They definitely exceeded our expectations. They are essential for trade and education and are a tool for democracy and openness. Zimbabwe and Kenya represent a great victory; people stopped elections from proceeding [due to their ability to communicate about what was going on].
What quality made it difficult for companies to learn how to operate successfully in this space?
Business people who were shifty and behaved illegally made things challenging. People warned us that it wasn’t possible to do business with integrity. But at CelTel, any check for more than 30,000 pounds had to be signed by the board. This was our silver bullet because the clout of the board discouraged bribery. At the end of the day, the level of transparency and quality of corporate governance enhanced the value of the company. When we sold the company we received 8.5 times EBITDA. In fact, Celtel’s story is taught at Harvard Business School as an example of how strong corporate governance attracts a premium.
How did the state of leadership help you determine what markets to enter?
We looked beyond the condition of the market to governance. We’ve paid for licenses but then walked away. We delayed entry in another place due to corruption. Don’t let short term gain push you to do something. In the end, it will harm the value of your business.
What advice do you have to give for people starting business with a social value?
Any business has social value, otherwise it’s unethical. For example, prostitution and gambling have no social value. Creating jobs and looking after the community are important. A business cannot thrive in a community that is failing. Social value should not be invoked as an excuse to do lousy, unsuccessful business. Mixing the two is a recipe for disaster. The sole purpose of business is to generate value generally, not just the kind that is social in nature. As long as the company is ethical, there is social value.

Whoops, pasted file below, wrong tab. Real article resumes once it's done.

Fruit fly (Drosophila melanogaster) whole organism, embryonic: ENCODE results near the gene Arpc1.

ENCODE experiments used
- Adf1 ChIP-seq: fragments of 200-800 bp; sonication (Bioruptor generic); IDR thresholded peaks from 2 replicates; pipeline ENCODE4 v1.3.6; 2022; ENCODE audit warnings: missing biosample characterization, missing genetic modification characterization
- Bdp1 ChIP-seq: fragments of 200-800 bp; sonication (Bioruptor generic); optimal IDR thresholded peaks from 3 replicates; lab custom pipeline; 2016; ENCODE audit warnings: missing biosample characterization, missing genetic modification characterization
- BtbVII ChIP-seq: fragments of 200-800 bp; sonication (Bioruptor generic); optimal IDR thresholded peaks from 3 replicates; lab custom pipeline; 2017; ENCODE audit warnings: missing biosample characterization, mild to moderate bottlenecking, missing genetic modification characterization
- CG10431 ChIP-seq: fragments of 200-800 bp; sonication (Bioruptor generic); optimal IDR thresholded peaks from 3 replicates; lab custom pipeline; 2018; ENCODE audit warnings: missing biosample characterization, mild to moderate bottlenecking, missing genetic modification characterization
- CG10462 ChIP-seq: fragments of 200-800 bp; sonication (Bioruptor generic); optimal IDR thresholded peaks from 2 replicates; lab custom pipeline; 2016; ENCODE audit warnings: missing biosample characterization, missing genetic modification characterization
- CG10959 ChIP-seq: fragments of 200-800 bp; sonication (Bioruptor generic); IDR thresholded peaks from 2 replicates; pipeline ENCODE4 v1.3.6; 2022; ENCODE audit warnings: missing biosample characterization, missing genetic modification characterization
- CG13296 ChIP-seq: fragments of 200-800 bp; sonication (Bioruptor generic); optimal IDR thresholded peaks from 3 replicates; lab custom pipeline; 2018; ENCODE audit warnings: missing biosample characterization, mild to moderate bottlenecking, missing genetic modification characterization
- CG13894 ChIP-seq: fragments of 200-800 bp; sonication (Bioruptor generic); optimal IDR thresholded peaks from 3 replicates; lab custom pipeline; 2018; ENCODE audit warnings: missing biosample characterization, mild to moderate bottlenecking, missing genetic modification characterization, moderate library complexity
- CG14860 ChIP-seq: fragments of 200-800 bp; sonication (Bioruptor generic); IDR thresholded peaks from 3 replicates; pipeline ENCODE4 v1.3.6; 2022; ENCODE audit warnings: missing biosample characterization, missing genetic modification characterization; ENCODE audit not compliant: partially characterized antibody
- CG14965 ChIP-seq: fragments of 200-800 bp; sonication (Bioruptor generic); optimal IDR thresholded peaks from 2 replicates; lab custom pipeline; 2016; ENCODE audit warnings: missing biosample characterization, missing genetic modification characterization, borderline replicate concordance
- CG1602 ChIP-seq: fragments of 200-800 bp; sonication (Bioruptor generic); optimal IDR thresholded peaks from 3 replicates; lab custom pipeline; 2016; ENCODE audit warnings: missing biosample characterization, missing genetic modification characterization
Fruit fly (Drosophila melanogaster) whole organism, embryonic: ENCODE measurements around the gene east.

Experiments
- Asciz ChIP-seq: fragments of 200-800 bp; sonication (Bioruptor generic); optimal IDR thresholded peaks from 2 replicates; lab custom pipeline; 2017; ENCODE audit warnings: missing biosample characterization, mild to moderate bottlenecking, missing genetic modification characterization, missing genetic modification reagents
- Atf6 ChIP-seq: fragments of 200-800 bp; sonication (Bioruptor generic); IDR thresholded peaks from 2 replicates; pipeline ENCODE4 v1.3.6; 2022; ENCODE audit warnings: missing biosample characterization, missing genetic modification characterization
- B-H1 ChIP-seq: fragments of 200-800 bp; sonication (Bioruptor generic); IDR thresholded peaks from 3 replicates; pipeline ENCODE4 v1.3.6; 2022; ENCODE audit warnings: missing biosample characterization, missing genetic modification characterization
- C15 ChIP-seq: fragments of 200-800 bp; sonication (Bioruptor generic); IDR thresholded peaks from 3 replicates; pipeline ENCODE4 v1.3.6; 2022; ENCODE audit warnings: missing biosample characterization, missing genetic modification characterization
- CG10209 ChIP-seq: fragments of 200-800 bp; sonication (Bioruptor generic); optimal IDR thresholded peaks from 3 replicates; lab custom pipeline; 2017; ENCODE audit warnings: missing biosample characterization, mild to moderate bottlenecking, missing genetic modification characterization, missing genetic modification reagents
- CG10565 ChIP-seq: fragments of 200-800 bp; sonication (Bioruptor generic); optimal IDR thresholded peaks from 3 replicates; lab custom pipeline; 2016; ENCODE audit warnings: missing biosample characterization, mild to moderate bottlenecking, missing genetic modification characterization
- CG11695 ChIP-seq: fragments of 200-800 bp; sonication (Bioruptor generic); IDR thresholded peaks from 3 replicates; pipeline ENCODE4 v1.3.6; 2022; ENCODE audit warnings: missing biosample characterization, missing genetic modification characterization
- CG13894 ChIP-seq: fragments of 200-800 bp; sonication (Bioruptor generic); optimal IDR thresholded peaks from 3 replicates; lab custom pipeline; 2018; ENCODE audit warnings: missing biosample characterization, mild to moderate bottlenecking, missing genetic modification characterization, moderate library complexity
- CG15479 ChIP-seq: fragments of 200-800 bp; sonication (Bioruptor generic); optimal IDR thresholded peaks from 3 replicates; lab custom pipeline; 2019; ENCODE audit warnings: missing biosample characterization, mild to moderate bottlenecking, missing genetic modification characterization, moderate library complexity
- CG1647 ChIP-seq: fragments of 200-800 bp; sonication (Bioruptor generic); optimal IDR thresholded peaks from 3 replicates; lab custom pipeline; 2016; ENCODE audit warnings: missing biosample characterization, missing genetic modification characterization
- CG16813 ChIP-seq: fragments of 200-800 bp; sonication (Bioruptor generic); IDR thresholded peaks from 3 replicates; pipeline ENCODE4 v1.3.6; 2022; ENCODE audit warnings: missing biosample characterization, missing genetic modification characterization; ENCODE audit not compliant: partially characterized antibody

Why decide to promote democracy?
Democracy is terrible, but it is the least evil system we know. Democracy, transparency, good government, rule of law, and strong law enforcement are all very important.
A society of entitlement compounds the likelihood of success for the wealthy.
Doesn’t the Prize for Achievement in African Leadership give money to the already wealthy?
The first part of the statement is correct, but we we’re not dealing with wealthy, crooked people. Once you finish the job as head of state, you leave your means behind. Tony Blair charges $500M per speech and $2M to sit on Merrill Lynch’s board. But many leaders can’t rent an apartment in the capital where they were living because they can’t afford to. Also, we’re not paying people excessively.
Well, that’s all she wrote. Not surprisingly, the dialogue during this session was much richer than I could convey in this excerpt. Of particular note was the James Lipton-like approach to the initial round of questions. Thanks to that, I now know that Mo Ibrahim likes the sound of babies, admires Madame Curie (complete with poster on the wall), and detests hypocrisy. How’s that for a 360 degree view of a leader?